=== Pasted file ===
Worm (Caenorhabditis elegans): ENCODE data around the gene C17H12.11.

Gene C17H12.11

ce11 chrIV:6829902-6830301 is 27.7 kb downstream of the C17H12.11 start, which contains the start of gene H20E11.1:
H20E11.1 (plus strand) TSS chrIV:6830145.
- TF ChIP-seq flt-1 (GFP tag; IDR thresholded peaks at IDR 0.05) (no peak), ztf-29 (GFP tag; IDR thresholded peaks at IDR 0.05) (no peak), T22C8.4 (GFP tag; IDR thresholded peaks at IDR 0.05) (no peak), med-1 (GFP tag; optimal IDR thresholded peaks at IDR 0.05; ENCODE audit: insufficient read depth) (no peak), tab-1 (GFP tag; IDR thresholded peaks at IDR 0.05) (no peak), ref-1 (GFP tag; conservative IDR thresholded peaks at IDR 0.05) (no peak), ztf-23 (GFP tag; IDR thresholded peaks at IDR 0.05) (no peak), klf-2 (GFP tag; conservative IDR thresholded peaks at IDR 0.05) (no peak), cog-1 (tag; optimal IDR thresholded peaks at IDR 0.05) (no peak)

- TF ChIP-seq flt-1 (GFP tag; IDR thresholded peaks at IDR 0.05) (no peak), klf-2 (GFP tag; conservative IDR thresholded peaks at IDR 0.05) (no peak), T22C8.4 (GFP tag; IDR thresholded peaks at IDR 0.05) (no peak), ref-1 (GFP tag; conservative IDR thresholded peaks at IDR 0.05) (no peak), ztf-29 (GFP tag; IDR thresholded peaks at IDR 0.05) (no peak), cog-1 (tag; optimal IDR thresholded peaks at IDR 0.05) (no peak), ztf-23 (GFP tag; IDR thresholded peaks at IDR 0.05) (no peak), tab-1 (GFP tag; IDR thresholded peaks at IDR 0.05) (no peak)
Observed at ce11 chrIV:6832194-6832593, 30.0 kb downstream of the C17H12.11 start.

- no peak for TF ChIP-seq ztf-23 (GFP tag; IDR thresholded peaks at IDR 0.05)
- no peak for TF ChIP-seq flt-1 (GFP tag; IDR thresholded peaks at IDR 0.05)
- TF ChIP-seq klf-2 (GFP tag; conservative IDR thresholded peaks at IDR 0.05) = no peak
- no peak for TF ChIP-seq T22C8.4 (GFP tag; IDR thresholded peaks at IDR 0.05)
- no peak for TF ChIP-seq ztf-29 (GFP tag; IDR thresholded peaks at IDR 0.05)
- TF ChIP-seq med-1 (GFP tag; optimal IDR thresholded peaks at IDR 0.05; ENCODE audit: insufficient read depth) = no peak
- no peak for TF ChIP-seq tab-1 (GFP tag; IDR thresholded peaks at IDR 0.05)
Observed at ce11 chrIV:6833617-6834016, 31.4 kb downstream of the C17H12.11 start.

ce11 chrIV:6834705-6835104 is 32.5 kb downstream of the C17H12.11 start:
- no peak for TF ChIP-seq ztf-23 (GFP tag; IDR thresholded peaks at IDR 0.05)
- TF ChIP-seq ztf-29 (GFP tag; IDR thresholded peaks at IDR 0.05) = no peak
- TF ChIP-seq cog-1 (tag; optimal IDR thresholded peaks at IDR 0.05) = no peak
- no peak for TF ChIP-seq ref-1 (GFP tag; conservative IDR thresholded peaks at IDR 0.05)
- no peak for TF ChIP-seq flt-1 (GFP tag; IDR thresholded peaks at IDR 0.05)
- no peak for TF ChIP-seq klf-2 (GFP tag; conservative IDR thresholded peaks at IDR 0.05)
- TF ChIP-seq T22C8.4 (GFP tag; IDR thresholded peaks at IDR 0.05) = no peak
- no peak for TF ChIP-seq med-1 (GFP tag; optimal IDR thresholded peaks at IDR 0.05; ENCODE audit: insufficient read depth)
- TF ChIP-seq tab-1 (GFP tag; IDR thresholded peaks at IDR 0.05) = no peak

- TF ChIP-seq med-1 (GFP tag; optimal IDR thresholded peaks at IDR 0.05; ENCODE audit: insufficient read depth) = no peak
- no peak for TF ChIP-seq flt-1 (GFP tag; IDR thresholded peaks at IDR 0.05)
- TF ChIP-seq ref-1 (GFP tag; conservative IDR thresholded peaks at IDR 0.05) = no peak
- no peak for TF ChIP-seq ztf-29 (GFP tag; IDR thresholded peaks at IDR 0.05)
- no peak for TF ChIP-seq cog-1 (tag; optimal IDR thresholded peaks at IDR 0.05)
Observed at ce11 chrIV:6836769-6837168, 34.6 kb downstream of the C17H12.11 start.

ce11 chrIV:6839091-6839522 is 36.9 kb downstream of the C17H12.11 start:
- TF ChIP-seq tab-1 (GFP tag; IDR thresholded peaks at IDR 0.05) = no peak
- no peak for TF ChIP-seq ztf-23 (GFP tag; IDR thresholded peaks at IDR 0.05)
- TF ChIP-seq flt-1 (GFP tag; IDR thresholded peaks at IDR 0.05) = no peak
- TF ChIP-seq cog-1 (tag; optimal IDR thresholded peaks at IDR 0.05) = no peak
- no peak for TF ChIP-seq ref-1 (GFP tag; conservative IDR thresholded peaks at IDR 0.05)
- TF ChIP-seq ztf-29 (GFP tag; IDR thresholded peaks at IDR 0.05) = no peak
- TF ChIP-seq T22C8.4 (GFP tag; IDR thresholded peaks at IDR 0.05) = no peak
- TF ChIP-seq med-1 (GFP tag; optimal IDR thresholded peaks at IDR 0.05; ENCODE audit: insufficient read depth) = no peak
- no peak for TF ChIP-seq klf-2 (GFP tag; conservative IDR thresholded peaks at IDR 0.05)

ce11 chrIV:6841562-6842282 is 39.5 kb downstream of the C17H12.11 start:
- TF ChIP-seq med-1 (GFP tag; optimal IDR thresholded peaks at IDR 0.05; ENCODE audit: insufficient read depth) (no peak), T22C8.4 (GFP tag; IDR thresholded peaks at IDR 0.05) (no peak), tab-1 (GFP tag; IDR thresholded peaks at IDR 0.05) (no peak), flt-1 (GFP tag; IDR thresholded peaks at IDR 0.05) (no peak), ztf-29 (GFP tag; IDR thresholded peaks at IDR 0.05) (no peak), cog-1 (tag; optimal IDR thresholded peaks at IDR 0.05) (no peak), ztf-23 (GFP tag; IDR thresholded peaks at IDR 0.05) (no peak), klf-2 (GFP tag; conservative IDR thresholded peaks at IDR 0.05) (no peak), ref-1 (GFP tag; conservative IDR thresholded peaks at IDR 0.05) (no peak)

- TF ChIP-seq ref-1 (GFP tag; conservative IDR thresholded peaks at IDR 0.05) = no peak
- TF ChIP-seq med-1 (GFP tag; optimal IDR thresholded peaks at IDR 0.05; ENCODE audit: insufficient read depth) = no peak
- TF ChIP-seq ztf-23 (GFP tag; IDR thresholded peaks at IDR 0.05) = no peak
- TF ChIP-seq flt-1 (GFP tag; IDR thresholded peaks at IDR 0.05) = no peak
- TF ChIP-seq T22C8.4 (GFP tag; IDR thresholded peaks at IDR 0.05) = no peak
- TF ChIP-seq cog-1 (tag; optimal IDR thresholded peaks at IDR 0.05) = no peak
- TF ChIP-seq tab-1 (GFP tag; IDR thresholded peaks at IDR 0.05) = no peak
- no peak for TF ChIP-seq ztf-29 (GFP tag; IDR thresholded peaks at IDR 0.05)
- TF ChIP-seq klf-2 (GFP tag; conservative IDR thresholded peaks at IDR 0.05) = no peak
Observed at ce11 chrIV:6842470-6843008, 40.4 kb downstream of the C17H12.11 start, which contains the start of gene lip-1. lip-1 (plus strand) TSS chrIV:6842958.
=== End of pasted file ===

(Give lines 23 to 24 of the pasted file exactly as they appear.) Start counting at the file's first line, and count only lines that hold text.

- TF ChIP-seq T22C8.4 (GFP tag; IDR thresholded peaks at IDR 0.05) = no peak
- no peak for TF ChIP-seq med-1 (GFP tag; optimal IDR thresholded peaks at IDR 0.05; ENCODE audit: insufficient read depth)